In Piers Anthony's Cluster series he postulated that there were five cultural types, labeled by the five suits of Tarot cards (Anthony's minor arcana has a fifth suit instead of the customary four). All the galactic aliens fall into one of the five categories. Anthony apparently had a lot of fun creating the characteristics of each of the five types, and illustrating the cultural clashes inherent when different types interacted. Highly unlikely to be true in reality, but it gave the author something to work with.
In the classic Battlestar Galactica TV series, there are twelve human colonies with names like Sagittaron, Gemenon, Caprica, etc. Like the rest of the "Chariots of the Gods" schtick in the show, this is supposed to be the ancient high-tech ancestor of some mystical occult Fortean stuff from Terra's alleged history. In this case it is the astrological signs of the zodiac. According to astrology, the sign of the zodiac the sun is occupying at the instant of your birth foretells your major personality traits. According to Battlestar Galactica, these are actually major personality traits of citizens living in the colony in question. The personality of the sun-sign Sagittarius is the same as the Sagittarons, sun-sign Gemenon is zodiac sign Gemini, and so on. Total felgercarb, but at least it gave the episode writers some quick-and-dirty guidelines when creating characters.
Note that the critical part of both Anthony and BSG's cultural classifications is that they cover the entire spectrum of possible cultures, with no holes. This means that Anthony's five-category system is very low-resolution, and BSG's twelved-category system is only slightly better. Which is a liability for a scientist but may be an advantages for an author.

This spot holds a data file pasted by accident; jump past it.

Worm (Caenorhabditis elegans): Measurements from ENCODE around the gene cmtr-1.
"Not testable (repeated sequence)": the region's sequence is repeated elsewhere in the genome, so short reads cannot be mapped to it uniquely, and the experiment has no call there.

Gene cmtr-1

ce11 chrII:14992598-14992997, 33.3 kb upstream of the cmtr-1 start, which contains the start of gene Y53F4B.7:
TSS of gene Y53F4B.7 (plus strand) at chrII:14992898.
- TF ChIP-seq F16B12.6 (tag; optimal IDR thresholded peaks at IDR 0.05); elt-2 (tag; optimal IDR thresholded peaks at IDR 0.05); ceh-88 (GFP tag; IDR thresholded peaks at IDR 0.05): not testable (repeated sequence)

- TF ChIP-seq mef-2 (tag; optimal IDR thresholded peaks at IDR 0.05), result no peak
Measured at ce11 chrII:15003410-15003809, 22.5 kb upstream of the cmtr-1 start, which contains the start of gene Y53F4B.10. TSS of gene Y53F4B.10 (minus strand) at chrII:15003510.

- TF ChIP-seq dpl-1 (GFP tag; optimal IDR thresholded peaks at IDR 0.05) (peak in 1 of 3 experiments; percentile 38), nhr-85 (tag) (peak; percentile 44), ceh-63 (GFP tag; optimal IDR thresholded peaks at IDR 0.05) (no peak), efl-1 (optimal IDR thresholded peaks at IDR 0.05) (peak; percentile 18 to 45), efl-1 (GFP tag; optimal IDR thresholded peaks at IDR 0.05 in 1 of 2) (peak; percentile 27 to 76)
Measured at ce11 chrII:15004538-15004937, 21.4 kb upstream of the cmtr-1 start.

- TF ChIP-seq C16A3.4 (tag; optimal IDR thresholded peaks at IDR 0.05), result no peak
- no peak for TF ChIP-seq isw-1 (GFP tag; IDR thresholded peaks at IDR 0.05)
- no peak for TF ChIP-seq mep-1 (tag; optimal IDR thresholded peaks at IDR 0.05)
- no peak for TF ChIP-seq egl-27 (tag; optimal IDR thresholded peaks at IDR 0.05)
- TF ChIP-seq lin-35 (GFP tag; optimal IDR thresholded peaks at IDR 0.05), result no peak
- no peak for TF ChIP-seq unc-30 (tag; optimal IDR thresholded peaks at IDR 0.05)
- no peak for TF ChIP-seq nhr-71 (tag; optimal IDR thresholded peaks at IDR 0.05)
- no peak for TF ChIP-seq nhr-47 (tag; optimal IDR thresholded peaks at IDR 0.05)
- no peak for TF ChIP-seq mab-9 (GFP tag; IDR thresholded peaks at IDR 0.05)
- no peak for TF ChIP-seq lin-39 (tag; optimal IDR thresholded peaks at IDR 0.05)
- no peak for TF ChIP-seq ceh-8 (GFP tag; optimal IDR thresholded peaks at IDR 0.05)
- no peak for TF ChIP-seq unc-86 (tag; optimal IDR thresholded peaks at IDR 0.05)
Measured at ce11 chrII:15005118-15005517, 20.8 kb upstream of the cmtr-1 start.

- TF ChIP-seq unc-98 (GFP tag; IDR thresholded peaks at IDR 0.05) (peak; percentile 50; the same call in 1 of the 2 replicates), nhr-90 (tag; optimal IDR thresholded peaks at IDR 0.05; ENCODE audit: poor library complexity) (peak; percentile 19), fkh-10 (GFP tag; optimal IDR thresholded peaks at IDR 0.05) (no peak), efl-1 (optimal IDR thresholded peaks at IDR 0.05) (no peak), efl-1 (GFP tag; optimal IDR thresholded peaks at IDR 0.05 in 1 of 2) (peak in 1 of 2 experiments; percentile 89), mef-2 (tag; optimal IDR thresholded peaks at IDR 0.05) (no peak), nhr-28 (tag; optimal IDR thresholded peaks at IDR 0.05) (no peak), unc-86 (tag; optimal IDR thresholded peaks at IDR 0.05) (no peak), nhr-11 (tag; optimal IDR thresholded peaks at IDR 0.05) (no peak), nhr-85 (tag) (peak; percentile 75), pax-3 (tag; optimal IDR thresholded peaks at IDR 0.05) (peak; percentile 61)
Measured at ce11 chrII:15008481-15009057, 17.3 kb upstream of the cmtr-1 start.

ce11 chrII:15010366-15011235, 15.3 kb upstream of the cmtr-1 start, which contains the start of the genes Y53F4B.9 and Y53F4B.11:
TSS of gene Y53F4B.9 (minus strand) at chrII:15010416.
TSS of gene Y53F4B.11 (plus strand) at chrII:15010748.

Partnership culture is characterized by:
- Organization according to the ideals of a democratic structure
- Equal partnership between men and women
- A lack of tolerance for abuse and violence
- Belief systems that validate an empathetic perspective
Dominator culture is characterized by:
- Authoritarian social and family structure
- Rigid male dominance
- A high level of violence and abuse
- A system of beliefs that normalizes such a society
|Symbol: Gatherer's Bag||Symbol: Hunter's Flint Knive|
|Power comes from the creation and nurturing of life||Power comes from the coercion and killing of life|
|Reveres Life||Reveres Death|
|Sex is good||Sex is bad|
|Violence is bad||Violence is good|
|the ultimate sexual taboo is Incest|
(because it harms the family)
|the ultimate sexual taboo is Homosexuality|
(because it harms masculinity)
|Life is a Non-Zero Sum game||Life is a Zero-Sum Game|
|Obtain new items by creating them yourself||Why bother making things when you can steal them at knife point?|
When worldbuilding a galactic empire, a wee bit of thought should be expended on the empire-wide system of food production and transportation. Since it is a truism that any civilization is only three missed meals away from anarchy.
Although I've seen that truism with the number of meals varying from three to nine. And the end result of hunger being anarchy, barbarism, chaos, revolution, or other collapse of civilization. Don't even bother to try and determine who originated the quote: I've seen attributions ranging from Larry Niven, Terry Pratchett, Neil Gaiman, Plato, Red Dwarf, Lenin, and Leon Trotsky. Robert Heinlein observed that any person who finds it hard to believe that somebody would kill for a can of tomatoes, has never been truely hungry.